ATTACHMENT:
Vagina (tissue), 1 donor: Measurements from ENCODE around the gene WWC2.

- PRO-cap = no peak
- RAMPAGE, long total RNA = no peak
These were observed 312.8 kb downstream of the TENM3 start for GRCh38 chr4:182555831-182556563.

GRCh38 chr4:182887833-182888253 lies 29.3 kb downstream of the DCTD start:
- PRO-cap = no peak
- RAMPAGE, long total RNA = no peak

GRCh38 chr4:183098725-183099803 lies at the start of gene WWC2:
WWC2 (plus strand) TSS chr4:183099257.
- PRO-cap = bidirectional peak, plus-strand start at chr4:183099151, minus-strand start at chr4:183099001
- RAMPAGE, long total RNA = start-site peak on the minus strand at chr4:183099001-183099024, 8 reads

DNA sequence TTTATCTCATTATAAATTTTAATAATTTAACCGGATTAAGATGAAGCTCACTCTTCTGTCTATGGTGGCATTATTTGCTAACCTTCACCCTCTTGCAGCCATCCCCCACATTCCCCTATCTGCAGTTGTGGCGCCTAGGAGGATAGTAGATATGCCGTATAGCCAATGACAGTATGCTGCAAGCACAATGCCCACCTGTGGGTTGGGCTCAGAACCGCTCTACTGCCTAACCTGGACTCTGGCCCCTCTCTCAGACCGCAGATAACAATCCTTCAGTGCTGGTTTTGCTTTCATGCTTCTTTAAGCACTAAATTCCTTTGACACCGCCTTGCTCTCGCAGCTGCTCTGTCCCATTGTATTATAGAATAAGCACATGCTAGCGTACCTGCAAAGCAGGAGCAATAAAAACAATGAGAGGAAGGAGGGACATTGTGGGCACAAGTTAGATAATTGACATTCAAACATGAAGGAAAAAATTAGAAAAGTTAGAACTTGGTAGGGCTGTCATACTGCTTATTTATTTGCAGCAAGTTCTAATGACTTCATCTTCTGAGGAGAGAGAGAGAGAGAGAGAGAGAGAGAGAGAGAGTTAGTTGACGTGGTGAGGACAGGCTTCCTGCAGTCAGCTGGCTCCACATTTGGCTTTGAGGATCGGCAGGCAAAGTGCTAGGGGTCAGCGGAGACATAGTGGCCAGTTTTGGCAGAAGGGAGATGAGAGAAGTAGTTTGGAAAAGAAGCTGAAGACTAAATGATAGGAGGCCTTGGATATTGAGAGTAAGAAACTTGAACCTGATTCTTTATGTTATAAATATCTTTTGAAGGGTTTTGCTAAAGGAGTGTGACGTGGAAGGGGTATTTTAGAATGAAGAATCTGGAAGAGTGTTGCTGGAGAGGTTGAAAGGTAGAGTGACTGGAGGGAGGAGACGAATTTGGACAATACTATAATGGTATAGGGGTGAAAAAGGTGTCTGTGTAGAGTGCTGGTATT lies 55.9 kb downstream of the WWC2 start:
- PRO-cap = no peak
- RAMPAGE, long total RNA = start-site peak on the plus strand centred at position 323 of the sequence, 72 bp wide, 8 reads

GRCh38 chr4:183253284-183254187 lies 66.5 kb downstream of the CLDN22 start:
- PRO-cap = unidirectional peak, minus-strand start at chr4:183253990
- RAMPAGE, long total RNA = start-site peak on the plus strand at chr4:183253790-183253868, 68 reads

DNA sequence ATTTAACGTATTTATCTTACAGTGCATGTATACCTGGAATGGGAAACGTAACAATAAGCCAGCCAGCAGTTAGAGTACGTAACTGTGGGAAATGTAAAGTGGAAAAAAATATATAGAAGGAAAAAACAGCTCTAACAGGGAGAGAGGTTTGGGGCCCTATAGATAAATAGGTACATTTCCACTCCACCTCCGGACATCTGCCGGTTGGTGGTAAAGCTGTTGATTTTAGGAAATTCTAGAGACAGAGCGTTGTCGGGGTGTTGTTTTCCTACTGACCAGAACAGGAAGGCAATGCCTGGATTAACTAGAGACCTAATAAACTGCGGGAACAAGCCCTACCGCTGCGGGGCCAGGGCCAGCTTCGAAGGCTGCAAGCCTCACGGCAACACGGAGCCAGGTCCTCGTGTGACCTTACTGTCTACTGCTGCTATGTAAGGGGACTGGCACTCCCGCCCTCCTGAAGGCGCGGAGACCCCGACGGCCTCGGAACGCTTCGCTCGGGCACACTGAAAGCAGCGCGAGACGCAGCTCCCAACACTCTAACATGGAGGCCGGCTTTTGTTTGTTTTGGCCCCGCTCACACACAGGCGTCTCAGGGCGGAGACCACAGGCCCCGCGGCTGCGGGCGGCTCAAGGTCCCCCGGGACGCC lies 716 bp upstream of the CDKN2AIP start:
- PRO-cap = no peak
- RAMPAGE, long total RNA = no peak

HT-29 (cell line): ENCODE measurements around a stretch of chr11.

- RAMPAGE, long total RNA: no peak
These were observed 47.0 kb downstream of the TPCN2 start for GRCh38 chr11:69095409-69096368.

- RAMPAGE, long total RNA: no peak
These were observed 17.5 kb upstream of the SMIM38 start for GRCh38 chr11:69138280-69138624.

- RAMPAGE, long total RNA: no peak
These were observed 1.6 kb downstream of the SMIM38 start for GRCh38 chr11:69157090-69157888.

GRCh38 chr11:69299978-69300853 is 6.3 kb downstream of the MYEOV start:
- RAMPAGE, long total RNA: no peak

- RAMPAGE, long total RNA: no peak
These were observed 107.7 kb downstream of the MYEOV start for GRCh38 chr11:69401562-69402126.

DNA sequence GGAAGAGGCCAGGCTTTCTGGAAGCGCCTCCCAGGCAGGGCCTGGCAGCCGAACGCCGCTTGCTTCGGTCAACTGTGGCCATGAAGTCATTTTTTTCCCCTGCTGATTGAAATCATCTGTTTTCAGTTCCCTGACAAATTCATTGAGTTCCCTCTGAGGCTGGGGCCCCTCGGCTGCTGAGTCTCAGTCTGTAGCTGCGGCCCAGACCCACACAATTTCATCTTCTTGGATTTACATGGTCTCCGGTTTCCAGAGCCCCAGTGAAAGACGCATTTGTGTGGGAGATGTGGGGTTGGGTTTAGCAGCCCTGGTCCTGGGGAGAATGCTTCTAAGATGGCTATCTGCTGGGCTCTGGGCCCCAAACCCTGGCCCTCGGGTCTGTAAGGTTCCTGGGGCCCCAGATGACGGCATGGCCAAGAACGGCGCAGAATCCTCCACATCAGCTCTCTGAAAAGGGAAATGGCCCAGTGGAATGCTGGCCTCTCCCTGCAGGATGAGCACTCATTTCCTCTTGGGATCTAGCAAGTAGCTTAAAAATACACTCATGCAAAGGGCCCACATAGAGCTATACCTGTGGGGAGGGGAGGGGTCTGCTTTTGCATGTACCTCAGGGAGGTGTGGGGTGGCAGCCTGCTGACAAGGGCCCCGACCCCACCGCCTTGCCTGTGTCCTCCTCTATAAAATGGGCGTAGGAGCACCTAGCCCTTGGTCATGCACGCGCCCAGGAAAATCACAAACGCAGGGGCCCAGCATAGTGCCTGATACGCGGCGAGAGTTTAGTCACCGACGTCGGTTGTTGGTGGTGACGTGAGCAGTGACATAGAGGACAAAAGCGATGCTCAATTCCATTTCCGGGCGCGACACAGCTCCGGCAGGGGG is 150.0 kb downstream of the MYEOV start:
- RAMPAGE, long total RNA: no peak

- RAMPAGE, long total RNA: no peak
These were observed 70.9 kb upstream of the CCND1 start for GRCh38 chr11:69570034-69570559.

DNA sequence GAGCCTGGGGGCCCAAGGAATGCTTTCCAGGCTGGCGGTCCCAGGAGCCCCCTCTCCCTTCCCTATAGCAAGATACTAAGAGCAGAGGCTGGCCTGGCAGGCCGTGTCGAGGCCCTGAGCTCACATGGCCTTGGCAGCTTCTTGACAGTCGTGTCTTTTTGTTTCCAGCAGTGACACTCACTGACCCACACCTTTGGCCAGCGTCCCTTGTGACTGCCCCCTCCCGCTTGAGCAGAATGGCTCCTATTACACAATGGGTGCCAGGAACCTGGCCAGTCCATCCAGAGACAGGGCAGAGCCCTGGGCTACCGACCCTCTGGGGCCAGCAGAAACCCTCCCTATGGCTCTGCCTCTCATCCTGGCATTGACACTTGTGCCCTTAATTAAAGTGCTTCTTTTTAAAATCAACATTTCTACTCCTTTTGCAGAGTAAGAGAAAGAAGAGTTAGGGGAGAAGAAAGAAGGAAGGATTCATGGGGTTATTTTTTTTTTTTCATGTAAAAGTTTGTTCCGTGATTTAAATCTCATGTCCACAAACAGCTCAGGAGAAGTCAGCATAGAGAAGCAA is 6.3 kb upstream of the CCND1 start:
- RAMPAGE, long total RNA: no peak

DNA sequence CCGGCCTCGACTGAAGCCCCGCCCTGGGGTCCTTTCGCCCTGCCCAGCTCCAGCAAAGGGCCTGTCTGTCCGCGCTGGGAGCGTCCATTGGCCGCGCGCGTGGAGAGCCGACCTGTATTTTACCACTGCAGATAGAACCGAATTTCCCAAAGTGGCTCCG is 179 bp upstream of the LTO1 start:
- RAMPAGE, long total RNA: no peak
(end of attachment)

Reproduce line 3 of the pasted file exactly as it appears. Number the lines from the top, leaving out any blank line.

- RAMPAGE, long total RNA = no peak